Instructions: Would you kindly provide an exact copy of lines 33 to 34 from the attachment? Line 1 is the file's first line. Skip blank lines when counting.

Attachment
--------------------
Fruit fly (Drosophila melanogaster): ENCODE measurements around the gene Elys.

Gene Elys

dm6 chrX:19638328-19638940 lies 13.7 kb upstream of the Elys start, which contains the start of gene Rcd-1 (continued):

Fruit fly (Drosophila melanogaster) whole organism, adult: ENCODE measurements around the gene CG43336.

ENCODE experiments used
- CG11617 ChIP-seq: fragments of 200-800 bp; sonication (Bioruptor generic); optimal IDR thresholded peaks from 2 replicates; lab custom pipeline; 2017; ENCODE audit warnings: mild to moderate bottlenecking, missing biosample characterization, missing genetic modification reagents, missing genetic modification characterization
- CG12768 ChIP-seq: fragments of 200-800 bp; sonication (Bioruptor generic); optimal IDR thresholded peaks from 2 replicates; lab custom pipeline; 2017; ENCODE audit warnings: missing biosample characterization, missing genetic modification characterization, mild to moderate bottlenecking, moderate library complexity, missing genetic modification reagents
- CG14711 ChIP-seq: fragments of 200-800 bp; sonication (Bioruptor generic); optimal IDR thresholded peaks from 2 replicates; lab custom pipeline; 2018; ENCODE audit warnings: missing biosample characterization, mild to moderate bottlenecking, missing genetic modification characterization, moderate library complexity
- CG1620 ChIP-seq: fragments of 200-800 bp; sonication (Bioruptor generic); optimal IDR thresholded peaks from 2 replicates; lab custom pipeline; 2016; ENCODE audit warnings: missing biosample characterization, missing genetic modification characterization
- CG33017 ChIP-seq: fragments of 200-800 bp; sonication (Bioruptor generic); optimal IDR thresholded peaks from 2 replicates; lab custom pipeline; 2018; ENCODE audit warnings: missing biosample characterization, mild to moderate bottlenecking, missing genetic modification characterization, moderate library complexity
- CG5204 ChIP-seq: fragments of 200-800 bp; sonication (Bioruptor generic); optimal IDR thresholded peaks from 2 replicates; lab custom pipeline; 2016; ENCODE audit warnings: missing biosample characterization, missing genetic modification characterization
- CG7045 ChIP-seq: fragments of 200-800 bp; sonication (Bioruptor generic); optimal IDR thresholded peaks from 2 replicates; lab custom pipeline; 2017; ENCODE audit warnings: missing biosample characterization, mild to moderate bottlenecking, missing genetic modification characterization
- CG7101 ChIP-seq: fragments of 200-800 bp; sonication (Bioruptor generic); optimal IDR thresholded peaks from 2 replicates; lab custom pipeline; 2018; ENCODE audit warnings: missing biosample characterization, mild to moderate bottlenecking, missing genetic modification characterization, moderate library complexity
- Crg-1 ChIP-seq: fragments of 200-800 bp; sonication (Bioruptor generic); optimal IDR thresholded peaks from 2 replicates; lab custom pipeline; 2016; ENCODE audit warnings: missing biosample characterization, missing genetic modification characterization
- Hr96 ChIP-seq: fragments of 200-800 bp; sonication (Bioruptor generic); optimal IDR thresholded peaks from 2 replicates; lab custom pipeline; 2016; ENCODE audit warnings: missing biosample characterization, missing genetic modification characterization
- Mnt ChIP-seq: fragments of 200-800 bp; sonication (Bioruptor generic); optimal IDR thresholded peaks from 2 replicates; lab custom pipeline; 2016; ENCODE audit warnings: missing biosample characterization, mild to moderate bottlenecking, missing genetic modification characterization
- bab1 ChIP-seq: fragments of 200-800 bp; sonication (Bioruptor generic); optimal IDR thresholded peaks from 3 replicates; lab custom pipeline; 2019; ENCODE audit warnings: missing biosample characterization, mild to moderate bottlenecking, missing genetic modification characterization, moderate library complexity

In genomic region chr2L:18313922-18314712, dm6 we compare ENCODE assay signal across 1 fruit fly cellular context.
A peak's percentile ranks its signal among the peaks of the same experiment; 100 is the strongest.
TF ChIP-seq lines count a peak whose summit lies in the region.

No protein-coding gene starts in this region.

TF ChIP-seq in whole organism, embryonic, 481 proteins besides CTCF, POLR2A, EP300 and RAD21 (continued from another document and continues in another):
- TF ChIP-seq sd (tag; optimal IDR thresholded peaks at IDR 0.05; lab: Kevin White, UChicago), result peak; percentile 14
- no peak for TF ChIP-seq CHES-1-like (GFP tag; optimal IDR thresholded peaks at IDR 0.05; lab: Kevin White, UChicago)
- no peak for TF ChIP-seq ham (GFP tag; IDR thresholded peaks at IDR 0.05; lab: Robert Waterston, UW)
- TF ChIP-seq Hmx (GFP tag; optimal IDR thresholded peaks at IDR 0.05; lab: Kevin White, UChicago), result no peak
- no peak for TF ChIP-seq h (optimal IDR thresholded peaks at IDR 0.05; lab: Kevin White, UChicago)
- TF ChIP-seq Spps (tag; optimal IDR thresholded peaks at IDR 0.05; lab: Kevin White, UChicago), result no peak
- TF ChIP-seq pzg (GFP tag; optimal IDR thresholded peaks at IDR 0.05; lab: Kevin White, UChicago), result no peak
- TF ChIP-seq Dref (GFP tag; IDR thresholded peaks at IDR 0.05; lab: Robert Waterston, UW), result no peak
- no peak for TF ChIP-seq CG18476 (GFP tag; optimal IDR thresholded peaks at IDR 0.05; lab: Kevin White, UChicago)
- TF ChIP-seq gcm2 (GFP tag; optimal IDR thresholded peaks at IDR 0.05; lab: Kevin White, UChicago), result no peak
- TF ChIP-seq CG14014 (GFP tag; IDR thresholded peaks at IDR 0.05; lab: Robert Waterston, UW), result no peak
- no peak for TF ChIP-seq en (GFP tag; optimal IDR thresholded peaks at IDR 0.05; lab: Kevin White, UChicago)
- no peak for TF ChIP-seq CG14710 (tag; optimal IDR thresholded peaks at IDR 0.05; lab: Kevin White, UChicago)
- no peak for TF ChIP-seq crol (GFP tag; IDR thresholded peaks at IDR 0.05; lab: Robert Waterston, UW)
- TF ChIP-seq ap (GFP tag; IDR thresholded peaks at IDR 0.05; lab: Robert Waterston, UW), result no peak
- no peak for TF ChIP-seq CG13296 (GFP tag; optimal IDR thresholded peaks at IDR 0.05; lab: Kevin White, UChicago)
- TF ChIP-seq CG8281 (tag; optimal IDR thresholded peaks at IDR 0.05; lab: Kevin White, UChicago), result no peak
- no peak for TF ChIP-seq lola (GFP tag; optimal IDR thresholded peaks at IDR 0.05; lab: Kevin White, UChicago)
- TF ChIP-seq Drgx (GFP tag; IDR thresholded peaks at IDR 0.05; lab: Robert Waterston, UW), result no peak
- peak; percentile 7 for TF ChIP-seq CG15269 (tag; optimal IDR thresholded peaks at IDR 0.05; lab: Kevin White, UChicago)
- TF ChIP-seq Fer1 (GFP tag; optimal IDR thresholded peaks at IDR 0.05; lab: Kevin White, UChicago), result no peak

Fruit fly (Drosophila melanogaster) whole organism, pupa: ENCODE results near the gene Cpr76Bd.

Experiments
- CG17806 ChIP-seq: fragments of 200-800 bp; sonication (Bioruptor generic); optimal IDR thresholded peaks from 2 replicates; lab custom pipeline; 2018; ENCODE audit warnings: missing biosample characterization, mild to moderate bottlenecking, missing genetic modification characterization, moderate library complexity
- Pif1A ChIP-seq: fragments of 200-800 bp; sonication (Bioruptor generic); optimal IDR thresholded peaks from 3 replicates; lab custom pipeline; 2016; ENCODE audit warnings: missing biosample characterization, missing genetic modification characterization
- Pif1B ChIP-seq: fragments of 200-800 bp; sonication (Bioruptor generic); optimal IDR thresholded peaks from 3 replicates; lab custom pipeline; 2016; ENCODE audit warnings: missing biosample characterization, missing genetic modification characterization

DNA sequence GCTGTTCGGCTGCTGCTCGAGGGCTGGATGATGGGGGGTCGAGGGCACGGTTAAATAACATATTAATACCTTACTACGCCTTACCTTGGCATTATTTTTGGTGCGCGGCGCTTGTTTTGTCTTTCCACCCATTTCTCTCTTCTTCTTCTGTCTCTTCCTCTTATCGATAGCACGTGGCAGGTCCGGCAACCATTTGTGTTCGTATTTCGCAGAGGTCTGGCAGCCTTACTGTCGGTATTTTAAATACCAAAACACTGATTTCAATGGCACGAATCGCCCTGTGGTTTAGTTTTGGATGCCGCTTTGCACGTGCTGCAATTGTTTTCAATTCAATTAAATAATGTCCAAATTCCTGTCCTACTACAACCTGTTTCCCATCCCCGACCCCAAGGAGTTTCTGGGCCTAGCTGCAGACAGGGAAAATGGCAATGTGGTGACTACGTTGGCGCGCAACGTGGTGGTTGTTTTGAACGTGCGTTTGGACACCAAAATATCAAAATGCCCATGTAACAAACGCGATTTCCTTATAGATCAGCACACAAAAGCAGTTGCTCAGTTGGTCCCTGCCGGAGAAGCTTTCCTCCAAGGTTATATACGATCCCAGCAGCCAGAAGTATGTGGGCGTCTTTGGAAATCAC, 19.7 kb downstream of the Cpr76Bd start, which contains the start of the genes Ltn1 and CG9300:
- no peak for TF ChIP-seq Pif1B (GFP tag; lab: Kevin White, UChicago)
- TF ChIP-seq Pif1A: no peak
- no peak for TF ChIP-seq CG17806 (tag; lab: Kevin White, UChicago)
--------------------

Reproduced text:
- TF ChIP-seq CG14014 (GFP tag; IDR thresholded peaks at IDR 0.05; lab: Robert Waterston, UW), result no peak
- no peak for TF ChIP-seq en (GFP tag; optimal IDR thresholded peaks at IDR 0.05; lab: Kevin White, UChicago)